Coming from a Russian family always leaves me open to many questions about my culture including "What is your traditional food like?'' Although many people readily assume that Russians drink vodka with every meal, I can proudly say that we do have quite exquisitely comforting food. 

Actually, Russians always cook more food that anyone can ever eat, especially when they're welcoming some friends over. A typical Russian meal leaves you very satisfied, drunk, and often unable to move. 

Before sitting down and getting ridiculously drunk of course, Russians proceed into speeches that may take hours and hours. Only the laziest of Russians would dare to say 'Cheers' (Na zdarovye). Seriously, whenever you find yourself at a traditional Russian dinner, be ready to hear some lengthy and intriguing life stories, witty anecdotes, and even some personal poems. 

Before attending your first Russian feast—if it's not on your bucket list, add it now—you'll want to sharpen up your knowledge if you thought Russian food was all about vodka and caviar. Check out these seven delicious foods near and dear to Russian hearts. 

1. Syrniki (сырники)

These cottage cheese pancakes hold a special place in every Russian's heart. They are usually made with tvorog, a type of fresh dairy product translated as quark. 

2. Borscht (борщ)

Borscht is popular in many Eastern European countries, and each country has its own twist on the recipe. You would definitely love it if you are a fan of beets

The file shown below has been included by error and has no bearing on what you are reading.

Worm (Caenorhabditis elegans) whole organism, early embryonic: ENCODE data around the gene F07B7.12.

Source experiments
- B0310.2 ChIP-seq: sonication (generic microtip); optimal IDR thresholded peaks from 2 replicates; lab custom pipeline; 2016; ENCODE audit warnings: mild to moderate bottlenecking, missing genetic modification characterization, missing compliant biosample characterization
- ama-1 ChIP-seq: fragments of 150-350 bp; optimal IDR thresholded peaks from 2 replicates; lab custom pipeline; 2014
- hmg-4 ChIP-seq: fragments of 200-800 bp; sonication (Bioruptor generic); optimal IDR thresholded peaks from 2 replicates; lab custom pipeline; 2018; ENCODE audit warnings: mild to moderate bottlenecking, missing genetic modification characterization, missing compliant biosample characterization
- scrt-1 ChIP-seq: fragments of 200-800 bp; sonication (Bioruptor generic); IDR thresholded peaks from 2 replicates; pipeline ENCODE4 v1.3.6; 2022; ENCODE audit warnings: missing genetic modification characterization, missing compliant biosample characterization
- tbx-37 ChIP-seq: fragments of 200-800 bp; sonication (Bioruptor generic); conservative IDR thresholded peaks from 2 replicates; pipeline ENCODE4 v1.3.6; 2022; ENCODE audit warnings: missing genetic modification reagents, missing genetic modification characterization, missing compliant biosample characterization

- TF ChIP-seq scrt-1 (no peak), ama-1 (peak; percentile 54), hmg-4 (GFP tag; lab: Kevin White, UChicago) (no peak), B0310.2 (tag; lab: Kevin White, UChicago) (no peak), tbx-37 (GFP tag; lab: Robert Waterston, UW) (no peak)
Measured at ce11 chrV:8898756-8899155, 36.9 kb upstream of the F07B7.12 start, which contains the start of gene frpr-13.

3. Golubtsy (голубцы)

These stuffed cabbage rolls are a mixture of minced beef and rice that is often served with a generous portion of sour cream. It's one of those dishes that you either hate or love. 

4. Selyodka Pod Shuboy (Селедка под шубой) 

The literal translation of this recipe is 'Herring under fur coat.' This is a food art piece where you can find salted herring covered with layers of grated vegetables (potatoes, carrots, beet roots), eggs, and chopped onions. However, this is not your 'light' salad, as the main bonding ingredient is mayonnaise.

5. Blini (блины)

These crepe-like pancakes are usually made with kefir, a dairy drink that has the consistency between milk and yogurt. A Russian favourite is to top blinis with caviar and sour cream, which makes for very royal breakfast fare.

6. Pelmeni (пельмени)

These dumplings are made from thin, unleavened dough and filled with minced meat, onions, mushrooms, and sometimes, turnip. Traditionally, making pelmeni is a social affair, so it's never prepared alone. They are generally made in excess and frozen later to last through a long Russian winter.

7. Piroshki (пирожки)

These are small hand pies that come with lots of different fillings such as cabbage, eggs, potato, cheese, and some sweet fillings, such as apples and quark. 

Now that you've gotten some insight on Russian food, don't be afraid to experiment with it. Whether that's preparing it as a comfort meal during the winter seasons, or using it as your pre-going out dinner. Even post-drunk munchies for that matter. Clearly, Russian food can be something for all, and there's also no shame in accompanying it with a drink.